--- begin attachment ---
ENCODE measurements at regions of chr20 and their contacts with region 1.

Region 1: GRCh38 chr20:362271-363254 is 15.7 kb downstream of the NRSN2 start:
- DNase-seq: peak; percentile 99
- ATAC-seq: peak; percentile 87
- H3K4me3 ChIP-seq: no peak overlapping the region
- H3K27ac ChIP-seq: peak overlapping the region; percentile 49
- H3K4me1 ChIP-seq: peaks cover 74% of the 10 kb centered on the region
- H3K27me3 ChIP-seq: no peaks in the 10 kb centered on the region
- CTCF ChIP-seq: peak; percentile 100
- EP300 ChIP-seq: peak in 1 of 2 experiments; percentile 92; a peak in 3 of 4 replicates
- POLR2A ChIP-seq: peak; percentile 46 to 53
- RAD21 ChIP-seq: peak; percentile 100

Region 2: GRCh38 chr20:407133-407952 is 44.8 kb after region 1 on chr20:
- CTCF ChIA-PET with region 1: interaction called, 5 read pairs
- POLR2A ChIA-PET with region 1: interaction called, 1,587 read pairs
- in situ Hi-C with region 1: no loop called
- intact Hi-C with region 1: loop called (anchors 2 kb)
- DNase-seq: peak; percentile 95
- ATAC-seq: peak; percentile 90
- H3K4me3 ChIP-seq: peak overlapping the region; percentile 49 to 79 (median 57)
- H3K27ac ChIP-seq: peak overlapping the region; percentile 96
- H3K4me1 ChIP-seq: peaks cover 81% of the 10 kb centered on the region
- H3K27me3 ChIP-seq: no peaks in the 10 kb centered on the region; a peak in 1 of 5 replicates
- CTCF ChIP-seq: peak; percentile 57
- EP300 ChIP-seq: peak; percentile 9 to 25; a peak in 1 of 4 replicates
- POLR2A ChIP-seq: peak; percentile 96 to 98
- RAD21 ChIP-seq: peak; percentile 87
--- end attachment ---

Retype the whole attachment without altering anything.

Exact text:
ENCODE measurements at regions of chr20 and their contacts with region 1.

Region 1: GRCh38 chr20:362271-363254 is 15.7 kb downstream of the NRSN2 start:
- DNase-seq: peak; percentile 99
- ATAC-seq: peak; percentile 87
- H3K4me3 ChIP-seq: no peak overlapping the region
- H3K27ac ChIP-seq: peak overlapping the region; percentile 49
- H3K4me1 ChIP-seq: peaks cover 74% of the 10 kb centered on the region
- H3K27me3 ChIP-seq: no peaks in the 10 kb centered on the region
- CTCF ChIP-seq: peak; percentile 100
- EP300 ChIP-seq: peak in 1 of 2 experiments; percentile 92; a peak in 3 of 4 replicates
- POLR2A ChIP-seq: peak; percentile 46 to 53
- RAD21 ChIP-seq: peak; percentile 100

Region 2: GRCh38 chr20:407133-407952 is 44.8 kb after region 1 on chr20:
- CTCF ChIA-PET with region 1: interaction called, 5 read pairs
- POLR2A ChIA-PET with region 1: interaction called, 1,587 read pairs
- in situ Hi-C with region 1: no loop called
- intact Hi-C with region 1: loop called (anchors 2 kb)
- DNase-seq: peak; percentile 95
- ATAC-seq: peak; percentile 90
- H3K4me3 ChIP-seq: peak overlapping the region; percentile 49 to 79 (median 57)
- H3K27ac ChIP-seq: peak overlapping the region; percentile 96
- H3K4me1 ChIP-seq: peaks cover 81% of the 10 kb centered on the region
- H3K27me3 ChIP-seq: no peaks in the 10 kb centered on the region; a peak in 1 of 5 replicates
- CTCF ChIP-seq: peak; percentile 57
- EP300 ChIP-seq: peak; percentile 9 to 25; a peak in 1 of 4 replicates
- POLR2A ChIP-seq: peak; percentile 96 to 98
- RAD21 ChIP-seq: peak; percentile 87